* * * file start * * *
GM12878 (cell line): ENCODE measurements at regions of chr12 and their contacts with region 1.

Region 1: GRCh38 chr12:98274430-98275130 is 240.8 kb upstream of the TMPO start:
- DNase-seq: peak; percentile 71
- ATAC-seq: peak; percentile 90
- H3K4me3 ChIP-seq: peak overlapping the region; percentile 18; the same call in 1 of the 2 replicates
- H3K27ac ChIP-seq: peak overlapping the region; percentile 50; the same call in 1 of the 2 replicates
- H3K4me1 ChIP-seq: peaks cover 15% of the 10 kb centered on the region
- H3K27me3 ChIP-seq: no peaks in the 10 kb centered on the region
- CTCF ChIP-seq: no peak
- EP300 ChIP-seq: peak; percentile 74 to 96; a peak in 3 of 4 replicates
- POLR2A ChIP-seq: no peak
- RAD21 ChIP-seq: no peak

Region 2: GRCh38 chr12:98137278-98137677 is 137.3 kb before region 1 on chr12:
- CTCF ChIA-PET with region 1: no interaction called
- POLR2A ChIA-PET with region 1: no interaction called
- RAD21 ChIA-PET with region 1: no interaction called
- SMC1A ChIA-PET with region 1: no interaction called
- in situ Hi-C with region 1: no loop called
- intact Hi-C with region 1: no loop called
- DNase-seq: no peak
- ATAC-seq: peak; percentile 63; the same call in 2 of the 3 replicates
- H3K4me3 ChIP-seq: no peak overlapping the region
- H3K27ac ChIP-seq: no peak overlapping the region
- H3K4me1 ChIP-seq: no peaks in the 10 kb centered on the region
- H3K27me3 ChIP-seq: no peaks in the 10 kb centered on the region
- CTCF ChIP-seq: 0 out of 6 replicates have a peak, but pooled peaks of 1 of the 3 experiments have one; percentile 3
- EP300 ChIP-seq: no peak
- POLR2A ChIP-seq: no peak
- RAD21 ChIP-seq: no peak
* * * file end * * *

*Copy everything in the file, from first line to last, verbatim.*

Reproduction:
GM12878 (cell line): ENCODE measurements at regions of chr12 and their contacts with region 1.

Region 1: GRCh38 chr12:98274430-98275130 is 240.8 kb upstream of the TMPO start:
- DNase-seq: peak; percentile 71
- ATAC-seq: peak; percentile 90
- H3K4me3 ChIP-seq: peak overlapping the region; percentile 18; the same call in 1 of the 2 replicates
- H3K27ac ChIP-seq: peak overlapping the region; percentile 50; the same call in 1 of the 2 replicates
- H3K4me1 ChIP-seq: peaks cover 15% of the 10 kb centered on the region
- H3K27me3 ChIP-seq: no peaks in the 10 kb centered on the region
- CTCF ChIP-seq: no peak
- EP300 ChIP-seq: peak; percentile 74 to 96; a peak in 3 of 4 replicates
- POLR2A ChIP-seq: no peak
- RAD21 ChIP-seq: no peak

Region 2: GRCh38 chr12:98137278-98137677 is 137.3 kb before region 1 on chr12:
- CTCF ChIA-PET with region 1: no interaction called
- POLR2A ChIA-PET with region 1: no interaction called
- RAD21 ChIA-PET with region 1: no interaction called
- SMC1A ChIA-PET with region 1: no interaction called
- in situ Hi-C with region 1: no loop called
- intact Hi-C with region 1: no loop called
- DNase-seq: no peak
- ATAC-seq: peak; percentile 63; the same call in 2 of the 3 replicates
- H3K4me3 ChIP-seq: no peak overlapping the region
- H3K27ac ChIP-seq: no peak overlapping the region
- H3K4me1 ChIP-seq: no peaks in the 10 kb centered on the region
- H3K27me3 ChIP-seq: no peaks in the 10 kb centered on the region
- CTCF ChIP-seq: 0 out of 6 replicates have a peak, but pooled peaks of 1 of the 3 experiments have one; percentile 3
- EP300 ChIP-seq: no peak
- POLR2A ChIP-seq: no peak
- RAD21 ChIP-seq: no peak